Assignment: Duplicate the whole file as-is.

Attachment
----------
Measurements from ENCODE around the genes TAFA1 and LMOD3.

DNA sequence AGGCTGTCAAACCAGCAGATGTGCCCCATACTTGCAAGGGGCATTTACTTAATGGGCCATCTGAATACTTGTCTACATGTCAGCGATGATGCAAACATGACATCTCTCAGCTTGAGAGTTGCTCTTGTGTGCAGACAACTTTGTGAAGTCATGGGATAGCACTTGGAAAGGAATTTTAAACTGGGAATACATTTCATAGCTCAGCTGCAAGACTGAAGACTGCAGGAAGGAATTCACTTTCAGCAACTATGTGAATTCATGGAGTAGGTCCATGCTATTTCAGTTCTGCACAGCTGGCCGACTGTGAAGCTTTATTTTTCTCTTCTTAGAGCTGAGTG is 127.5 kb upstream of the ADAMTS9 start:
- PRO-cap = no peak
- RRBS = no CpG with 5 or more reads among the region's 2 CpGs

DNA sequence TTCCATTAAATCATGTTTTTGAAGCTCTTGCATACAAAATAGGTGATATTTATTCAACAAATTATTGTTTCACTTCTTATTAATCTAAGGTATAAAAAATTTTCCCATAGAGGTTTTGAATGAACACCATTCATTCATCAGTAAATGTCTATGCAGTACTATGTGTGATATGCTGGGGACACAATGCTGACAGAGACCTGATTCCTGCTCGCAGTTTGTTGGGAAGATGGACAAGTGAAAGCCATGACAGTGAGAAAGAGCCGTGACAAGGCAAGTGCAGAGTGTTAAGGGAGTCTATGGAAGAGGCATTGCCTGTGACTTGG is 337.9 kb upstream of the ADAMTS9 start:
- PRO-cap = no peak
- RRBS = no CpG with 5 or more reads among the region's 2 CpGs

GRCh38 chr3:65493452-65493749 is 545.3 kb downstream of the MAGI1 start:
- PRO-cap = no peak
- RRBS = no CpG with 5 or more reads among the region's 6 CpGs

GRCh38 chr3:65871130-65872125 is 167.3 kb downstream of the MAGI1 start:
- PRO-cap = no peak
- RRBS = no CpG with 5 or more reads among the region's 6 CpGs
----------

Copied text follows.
Measurements from ENCODE around the genes TAFA1 and LMOD3.

DNA sequence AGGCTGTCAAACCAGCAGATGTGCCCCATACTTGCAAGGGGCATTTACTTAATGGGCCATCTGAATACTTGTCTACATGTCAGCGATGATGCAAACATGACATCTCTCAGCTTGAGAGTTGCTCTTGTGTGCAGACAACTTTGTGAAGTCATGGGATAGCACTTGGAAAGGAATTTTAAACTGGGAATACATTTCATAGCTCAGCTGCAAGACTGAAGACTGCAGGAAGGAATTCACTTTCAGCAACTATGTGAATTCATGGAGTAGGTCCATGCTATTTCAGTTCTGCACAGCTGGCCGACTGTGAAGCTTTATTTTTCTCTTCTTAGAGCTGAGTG is 127.5 kb upstream of the ADAMTS9 start:
- PRO-cap = no peak
- RRBS = no CpG with 5 or more reads among the region's 2 CpGs

DNA sequence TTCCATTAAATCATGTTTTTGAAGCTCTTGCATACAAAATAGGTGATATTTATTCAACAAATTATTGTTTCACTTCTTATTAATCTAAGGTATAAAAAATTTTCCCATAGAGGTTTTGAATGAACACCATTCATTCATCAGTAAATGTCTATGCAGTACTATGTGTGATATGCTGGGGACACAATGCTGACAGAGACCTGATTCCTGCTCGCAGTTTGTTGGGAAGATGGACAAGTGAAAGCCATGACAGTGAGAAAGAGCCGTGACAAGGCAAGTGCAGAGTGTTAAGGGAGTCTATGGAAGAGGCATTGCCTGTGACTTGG is 337.9 kb upstream of the ADAMTS9 start:
- PRO-cap = no peak
- RRBS = no CpG with 5 or more reads among the region's 2 CpGs

GRCh38 chr3:65493452-65493749 is 545.3 kb downstream of the MAGI1 start:
- PRO-cap = no peak
- RRBS = no CpG with 5 or more reads among the region's 6 CpGs

GRCh38 chr3:65871130-65872125 is 167.3 kb downstream of the MAGI1 start:
- PRO-cap = no peak
- RRBS = no CpG with 5 or more reads among the region's 6 CpGs